Jan 6, 2014

Posted by Shanell Calloway in Business | Comments Off on What Is Cupro-Nickel?

What Is Cupro-Nickel?

Cupro-nickel, otherwise known as copper-nickel is an alloy of two base metals, copper and nickel. This alloy is extremely resistant to the corrosion that is endemic in a marine environment as well as biofouling. The addition of nickel to copper results in an alloy which is stronger and more resistant to corrosion but it retains its excellent ductility.

Although there are a number of cupro-nickel alloys the two most popular are 90/10 and 70/30. These numbers represent the percentage of each material in the alloy; 90 percent copper and 10 percent nickel, etc. Copper and nickel mix in their molten state so the percentage of each base metal is not confined to any specific limit, the alloy is available with as little as 2 percent nickel and as high as 45 percent. The alloy with the highest percentage of nickel is the strongest and the most resistant to oxidation. The better of the two common alloys is 70/30 as it is stronger and exhibits greater resistance to sea water corrosion. Although this is the superior alloy, 90/10 is used in most applications and is somewhat less expensive. Although the definition seems to indicate that the alloy is strictly copper and nickel, there are small amounts albeit important amounts of iron and manganese which enhance the metals resistance to flowing salt water and also to enhance even more its corrosion resistance.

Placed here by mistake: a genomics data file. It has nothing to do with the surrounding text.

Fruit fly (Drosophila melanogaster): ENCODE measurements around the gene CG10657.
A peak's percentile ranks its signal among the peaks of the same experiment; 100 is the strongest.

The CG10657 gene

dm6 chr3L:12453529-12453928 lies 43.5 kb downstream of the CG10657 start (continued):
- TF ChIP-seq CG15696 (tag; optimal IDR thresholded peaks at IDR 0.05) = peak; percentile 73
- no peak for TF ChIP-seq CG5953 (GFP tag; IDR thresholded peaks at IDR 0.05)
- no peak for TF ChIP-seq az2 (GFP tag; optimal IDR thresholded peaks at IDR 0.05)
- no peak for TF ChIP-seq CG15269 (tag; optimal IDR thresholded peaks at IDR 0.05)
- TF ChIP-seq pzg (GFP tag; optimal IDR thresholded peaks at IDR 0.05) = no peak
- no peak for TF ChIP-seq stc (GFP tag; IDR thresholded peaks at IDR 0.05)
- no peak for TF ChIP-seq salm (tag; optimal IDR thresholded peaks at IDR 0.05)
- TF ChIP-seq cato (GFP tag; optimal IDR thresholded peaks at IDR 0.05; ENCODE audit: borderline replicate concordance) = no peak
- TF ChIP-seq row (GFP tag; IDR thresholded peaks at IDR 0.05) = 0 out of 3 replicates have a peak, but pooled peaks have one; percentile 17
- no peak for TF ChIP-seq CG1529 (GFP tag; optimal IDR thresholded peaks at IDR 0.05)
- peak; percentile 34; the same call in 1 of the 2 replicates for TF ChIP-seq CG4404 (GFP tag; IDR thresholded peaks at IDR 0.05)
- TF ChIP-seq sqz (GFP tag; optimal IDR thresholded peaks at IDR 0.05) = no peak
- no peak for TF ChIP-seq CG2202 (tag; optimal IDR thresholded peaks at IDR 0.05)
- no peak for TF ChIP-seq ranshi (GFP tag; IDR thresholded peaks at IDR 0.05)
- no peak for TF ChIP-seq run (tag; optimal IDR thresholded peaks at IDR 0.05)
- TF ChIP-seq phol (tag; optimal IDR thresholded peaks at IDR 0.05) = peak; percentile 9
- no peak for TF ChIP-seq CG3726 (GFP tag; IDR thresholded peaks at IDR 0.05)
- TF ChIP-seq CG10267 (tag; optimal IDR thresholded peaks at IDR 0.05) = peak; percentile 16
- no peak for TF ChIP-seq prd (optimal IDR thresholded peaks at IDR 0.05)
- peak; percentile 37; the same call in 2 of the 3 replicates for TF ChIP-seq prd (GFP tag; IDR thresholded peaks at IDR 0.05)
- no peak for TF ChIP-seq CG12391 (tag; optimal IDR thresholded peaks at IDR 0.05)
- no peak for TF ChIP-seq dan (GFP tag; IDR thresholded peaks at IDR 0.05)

Cupro-nickel is used extensively for piping systems, heat exchangers and condensers in salt water environments. It is often used for propellers and crankshafts of boats. For the average individual, he or she may not realize it but they come in contact with the material every day as it is used in coins. The US half dollar, quarters and dimes all are clad with the alloy. Another application which is found everyday is the silver-plated knives, forks and spoons.

As well as its well known resistance to sea water corrosion, the alloy is well suited as a material for fabricated assemblies. Both of the common alloys are easily welded by the majority of available techniques but a weld consumable is needed which eliminates oxy-acetylene. Not only can Cu-Ni be joined to itself, it can easily be welded to steel which adds to its potential uses.

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